Decline in the early 21st century (2000–2008)
Former England under-21 coach Peter Taylor has taken over for O’Neill. On September 28, 2000, Leicester’s UEFA Cup match against Red Star Belgrade concluded in a 3–1 defeat. During the first two weeks of October, Leicester topped the Premier League and remained in contention for a European spot, but a late-season slump took them down to a 13th place finish. For six months, Dave Bassett was in charge before he was replaced by assistant Micky Adams. The change of leadership came just days after the club was officially relegated under Taylor’s leadership in 2001–02.
Leicester only managed to win five of their league games. At the start of the 2002–03 season, Leicester relocated into the new 32,314-seat Walkers Stadium, ending 111 years at Filbert Street. For a period of 10 years, Walkers, a crisp manufacturer located in Leicestershire, obtained the naming rights to the event. The club’s debts were £30 million when it filed for bankruptcy in October 2002.
Because ITV Digital was in administration and had pledged money to First Division clubs for their TV rights, the enormous wage bill, lower than projected earnings for players who were transferred to other clubs, and the £37 million cost of a new stadium were all contributing factors. Even after the club was saved by a consortium led by Gary Lineker and taken control, Adams was banned from the transfer market for the majority of the season. Adams led Leicester to second place in Division One and promotion to the Premier League with more than 90 points. As a result, Leicester were demoted to the newly-named Championship, previously known as Division One, after one season.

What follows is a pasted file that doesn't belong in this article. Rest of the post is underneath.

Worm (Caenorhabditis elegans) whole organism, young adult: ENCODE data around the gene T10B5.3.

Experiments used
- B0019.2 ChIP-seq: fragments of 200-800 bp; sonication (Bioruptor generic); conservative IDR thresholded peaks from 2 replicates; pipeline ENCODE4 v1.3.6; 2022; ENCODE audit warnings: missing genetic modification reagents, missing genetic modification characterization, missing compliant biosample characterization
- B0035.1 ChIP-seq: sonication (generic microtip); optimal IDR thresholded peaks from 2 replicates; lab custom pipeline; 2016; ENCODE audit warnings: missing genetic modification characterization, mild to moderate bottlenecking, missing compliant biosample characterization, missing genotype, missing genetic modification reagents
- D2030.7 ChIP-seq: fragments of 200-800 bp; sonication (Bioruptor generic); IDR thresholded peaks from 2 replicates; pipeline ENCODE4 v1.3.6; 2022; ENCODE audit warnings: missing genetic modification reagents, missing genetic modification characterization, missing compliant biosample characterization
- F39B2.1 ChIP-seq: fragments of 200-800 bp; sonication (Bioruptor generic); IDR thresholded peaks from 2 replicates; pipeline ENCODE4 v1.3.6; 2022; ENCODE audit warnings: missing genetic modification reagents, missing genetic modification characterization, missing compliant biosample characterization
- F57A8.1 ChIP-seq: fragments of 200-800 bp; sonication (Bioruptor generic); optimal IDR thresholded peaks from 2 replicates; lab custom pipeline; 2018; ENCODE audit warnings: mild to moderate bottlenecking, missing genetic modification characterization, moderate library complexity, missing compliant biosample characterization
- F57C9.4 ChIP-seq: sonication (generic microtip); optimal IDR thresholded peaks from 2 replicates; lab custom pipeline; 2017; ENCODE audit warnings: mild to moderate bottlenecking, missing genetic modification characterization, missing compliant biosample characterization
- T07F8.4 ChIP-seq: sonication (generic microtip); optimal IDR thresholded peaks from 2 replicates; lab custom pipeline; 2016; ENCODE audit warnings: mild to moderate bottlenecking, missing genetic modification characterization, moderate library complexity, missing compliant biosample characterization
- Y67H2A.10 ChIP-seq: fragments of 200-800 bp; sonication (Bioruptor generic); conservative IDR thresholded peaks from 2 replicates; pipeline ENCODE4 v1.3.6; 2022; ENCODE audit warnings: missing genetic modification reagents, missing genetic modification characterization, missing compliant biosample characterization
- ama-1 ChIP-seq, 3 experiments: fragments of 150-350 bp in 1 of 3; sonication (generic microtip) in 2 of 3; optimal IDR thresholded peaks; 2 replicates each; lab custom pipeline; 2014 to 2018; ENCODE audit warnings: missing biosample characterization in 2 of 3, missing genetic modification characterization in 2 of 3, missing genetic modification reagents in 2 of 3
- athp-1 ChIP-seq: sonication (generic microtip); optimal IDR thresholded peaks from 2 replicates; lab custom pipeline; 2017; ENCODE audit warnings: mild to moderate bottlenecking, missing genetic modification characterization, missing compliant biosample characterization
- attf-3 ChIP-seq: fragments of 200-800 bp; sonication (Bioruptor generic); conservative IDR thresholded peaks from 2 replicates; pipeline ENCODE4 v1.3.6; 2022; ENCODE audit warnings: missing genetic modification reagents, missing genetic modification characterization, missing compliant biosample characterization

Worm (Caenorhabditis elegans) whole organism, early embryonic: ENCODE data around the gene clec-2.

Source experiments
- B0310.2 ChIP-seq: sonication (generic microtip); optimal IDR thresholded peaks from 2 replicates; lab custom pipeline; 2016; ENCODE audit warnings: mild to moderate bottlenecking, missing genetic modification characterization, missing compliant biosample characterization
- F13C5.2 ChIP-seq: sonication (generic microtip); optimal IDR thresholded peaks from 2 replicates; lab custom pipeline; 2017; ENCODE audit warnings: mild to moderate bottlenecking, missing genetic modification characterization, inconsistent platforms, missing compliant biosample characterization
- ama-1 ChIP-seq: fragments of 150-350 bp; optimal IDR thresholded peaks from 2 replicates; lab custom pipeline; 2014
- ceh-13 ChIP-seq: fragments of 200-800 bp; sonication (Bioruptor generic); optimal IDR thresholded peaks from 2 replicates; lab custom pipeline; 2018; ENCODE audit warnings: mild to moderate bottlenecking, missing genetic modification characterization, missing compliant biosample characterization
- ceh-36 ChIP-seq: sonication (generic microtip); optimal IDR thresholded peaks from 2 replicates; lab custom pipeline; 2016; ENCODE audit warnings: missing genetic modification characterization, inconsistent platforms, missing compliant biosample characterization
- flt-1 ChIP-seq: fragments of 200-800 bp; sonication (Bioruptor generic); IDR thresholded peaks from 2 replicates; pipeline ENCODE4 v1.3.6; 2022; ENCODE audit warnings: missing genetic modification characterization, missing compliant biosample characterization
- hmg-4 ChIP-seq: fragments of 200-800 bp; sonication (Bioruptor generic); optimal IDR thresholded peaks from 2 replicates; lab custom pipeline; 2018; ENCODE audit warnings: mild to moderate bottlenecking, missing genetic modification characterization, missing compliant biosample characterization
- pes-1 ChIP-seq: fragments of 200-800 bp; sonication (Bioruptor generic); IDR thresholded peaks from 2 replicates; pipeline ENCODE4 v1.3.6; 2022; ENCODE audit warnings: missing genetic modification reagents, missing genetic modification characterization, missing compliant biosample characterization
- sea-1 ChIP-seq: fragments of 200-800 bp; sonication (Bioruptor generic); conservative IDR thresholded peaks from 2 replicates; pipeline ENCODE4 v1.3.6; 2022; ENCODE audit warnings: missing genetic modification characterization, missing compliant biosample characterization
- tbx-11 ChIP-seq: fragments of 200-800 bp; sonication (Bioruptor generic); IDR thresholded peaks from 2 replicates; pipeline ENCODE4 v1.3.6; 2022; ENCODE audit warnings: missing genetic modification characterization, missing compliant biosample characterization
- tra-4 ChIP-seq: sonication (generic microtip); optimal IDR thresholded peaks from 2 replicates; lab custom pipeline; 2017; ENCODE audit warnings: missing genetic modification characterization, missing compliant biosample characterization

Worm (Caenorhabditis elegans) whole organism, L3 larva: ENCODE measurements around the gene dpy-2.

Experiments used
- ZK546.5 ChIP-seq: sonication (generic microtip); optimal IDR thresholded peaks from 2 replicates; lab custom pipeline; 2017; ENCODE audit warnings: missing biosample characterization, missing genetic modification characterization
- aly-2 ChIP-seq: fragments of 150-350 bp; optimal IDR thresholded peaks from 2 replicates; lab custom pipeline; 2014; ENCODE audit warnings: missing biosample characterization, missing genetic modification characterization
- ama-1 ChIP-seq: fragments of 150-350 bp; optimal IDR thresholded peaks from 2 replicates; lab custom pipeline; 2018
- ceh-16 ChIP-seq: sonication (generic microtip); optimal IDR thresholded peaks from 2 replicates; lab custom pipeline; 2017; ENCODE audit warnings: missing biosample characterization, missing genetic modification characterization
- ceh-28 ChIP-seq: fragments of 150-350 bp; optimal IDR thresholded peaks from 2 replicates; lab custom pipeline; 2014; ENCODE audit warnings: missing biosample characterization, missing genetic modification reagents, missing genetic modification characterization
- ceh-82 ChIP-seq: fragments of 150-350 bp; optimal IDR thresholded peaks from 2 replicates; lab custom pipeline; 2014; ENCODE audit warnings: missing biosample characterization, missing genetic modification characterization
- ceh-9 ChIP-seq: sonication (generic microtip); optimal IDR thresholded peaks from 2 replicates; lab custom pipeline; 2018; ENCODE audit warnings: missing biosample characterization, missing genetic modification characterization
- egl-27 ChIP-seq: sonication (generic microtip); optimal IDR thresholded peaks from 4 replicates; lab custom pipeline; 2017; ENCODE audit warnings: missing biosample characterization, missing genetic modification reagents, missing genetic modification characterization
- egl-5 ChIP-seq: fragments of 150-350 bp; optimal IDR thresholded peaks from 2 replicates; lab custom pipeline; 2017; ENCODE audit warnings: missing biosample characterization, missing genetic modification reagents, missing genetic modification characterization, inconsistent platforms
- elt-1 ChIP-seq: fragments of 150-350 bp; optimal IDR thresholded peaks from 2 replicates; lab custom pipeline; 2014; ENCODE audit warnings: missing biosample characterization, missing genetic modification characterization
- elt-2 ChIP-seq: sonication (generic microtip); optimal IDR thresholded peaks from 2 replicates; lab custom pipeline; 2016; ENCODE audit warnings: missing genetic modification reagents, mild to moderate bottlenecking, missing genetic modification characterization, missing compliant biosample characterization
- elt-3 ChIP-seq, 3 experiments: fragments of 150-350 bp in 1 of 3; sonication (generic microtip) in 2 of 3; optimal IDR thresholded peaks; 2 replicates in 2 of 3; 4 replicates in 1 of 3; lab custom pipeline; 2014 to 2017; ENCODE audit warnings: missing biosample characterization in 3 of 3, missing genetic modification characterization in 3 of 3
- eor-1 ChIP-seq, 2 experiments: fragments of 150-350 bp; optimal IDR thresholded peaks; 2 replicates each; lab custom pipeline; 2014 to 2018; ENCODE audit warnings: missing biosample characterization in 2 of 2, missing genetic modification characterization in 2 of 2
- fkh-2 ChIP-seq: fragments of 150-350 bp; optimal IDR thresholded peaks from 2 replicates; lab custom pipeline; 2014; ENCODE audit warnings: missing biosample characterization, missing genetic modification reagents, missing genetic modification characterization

Craig Levein was appointed manager after Adams quit in October 2004. After 15 months in charge, Levein was fired for failing to move the Foxes anywhere near the promotion positions. This proved to be a dismal period. Rob Kelly, the team’s assistant manager, took over as caretaker manager and won three of the four games he took charge of. Kelly guided Leicester to safety and was promoted to manager on a permanent basis in April of that year. Ex-Portsmouth chairman Milan Mandari was quoted in October 2006 as indicating he was interested in buying the club for around £6 million, with the present playing team valued at approximately £4.2 million.